No solicitations, spamming or advertisements are allowed. Readers may post links to other informational websites that are relevant to the topic at hand, but please do not link to objectionable material.
 
We may remove messages that are unrelated to the topic, encourage illegal activity, use all capital letters or are unreadable.
 

Messages that are flagged by readers as objectionable will be reviewed and may or may not be removed. Please do not flag a post simply because you disagree with it.

Sponsored by
ADVERTISEMENT
  1. Paul Ogden doing a fine job of remembering his peer Gary Welsh with the post below and a call for an Indy gettogether to celebrate Gary .... http://www.ogdenonpolitics.com/2016/05/indiana-loses-citizen-journalist-giant.html Castaways of Indiana, unite!

  2. It's unfortunate that someone has attempted to hijack the comments to promote his own business. This is not an article discussing the means of preserving the record; no matter how it's accomplished, ethics and impartiality are paramount concerns. When a party to litigation contracts directly with a reporting firm, it creates, at the very least, the appearance of a conflict of interest. Court reporters, attorneys and judges are officers of the court and must abide by court rules as well as state and federal laws. Parties to litigation have no such ethical responsibilities. Would we accept insurance companies contracting with judges? This practice effectively shifts costs to the party who can least afford it while reducing costs for the party with the most resources. The success of our justice system depends on equal access for all, not just for those who have the deepest pockets.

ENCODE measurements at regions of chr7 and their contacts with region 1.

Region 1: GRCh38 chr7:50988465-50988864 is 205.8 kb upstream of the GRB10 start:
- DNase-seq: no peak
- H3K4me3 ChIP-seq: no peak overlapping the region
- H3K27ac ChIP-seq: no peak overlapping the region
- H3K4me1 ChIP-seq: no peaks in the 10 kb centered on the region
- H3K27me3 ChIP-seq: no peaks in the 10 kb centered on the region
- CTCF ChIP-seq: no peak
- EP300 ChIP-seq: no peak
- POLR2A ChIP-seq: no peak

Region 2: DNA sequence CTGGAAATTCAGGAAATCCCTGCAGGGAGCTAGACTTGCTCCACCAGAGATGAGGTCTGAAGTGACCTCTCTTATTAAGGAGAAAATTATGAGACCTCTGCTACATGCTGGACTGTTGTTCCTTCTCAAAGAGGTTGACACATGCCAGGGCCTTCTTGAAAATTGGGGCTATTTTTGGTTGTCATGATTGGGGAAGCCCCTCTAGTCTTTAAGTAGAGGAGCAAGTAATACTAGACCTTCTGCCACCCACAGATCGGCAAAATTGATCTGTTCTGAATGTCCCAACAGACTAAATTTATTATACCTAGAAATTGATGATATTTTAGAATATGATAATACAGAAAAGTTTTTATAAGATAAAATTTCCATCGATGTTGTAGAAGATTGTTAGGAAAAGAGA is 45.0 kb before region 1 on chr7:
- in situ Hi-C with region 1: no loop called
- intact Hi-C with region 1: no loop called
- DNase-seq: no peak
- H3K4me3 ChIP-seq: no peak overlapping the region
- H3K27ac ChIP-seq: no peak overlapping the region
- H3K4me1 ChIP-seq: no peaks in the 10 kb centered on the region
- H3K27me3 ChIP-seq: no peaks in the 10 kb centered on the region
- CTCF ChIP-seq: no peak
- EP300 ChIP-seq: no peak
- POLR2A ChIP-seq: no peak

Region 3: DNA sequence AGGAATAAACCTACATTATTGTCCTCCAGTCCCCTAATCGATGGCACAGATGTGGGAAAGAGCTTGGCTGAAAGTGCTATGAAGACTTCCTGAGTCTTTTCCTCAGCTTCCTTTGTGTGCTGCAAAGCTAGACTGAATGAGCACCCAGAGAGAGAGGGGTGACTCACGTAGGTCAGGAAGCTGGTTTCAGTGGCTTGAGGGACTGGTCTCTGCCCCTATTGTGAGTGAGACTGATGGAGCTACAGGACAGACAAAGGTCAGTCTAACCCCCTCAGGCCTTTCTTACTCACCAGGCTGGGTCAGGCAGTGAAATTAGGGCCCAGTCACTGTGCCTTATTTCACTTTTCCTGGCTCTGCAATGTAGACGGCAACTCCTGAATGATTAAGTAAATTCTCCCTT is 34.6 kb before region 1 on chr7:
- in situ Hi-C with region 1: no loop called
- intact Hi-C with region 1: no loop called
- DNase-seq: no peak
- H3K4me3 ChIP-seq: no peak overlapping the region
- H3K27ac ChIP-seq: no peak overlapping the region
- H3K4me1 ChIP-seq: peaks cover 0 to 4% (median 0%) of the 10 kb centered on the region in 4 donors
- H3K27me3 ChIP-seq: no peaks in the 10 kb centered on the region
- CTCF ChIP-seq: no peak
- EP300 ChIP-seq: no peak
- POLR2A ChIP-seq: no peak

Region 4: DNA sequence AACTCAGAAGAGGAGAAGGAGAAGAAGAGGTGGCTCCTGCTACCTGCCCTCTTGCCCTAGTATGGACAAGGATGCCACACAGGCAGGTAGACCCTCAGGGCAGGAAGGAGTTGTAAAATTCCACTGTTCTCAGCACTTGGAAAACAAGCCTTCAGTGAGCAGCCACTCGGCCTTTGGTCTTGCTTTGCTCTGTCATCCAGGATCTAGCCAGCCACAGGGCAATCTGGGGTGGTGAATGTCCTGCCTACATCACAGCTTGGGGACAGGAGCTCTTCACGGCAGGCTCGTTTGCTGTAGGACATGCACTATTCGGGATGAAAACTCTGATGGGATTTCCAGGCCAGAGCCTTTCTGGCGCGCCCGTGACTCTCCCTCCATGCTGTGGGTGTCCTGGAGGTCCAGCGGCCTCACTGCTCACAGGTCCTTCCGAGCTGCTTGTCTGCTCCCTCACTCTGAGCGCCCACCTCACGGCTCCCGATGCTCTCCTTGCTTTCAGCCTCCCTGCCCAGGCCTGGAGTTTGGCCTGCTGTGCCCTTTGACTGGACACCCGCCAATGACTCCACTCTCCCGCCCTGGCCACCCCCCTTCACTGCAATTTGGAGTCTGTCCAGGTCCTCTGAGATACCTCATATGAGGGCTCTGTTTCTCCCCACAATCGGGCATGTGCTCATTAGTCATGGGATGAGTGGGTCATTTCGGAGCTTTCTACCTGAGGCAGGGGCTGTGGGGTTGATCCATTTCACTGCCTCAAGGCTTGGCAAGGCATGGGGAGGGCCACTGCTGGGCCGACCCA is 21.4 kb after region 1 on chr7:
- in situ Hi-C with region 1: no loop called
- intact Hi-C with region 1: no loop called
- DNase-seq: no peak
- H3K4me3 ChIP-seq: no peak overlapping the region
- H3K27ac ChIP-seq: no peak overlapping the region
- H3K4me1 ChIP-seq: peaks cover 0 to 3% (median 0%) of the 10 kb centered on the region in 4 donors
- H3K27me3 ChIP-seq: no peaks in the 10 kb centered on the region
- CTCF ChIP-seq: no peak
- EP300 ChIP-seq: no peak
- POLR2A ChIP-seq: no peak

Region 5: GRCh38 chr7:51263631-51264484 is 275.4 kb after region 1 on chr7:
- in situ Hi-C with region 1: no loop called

3. As a licensed court reporter in California, I have to say that I'm sure that at some point we will be replaced by speech recognition. However, from what I've seen of it so far, it's a lot farther away than three years. It doesn't sound like Mr. Hubbard has ever sat in a courtroom or a deposition room where testimony is being given. Not all procedures are the same, and often they become quite heated with the ends of question and beginning of answers overlapping. The human mind can discern the words to a certain extent in those cases, but I doubt very much that a computer can yet. There is also the issue of very heavy accents and mumbling. People speak very fast nowadays, and in order to do that, they generally slur everything together, they drop or swallow words like "the" and "and." Voice recognition might be able to produce some form of a transcript, but I'd be very surprised if it produces an accurate or verbatim transcript, as is required in the legal world.

  4. Really enjoyed the profile. Congratulations to Craig on living the dream, and kudos to the pros who got involved to help him realize the vision.

  5. Why in the world would someone need a person to correct a transcript when a realtime court reporter could provide them with a transcript (rough draft) immediately?

ADVERTISEMENT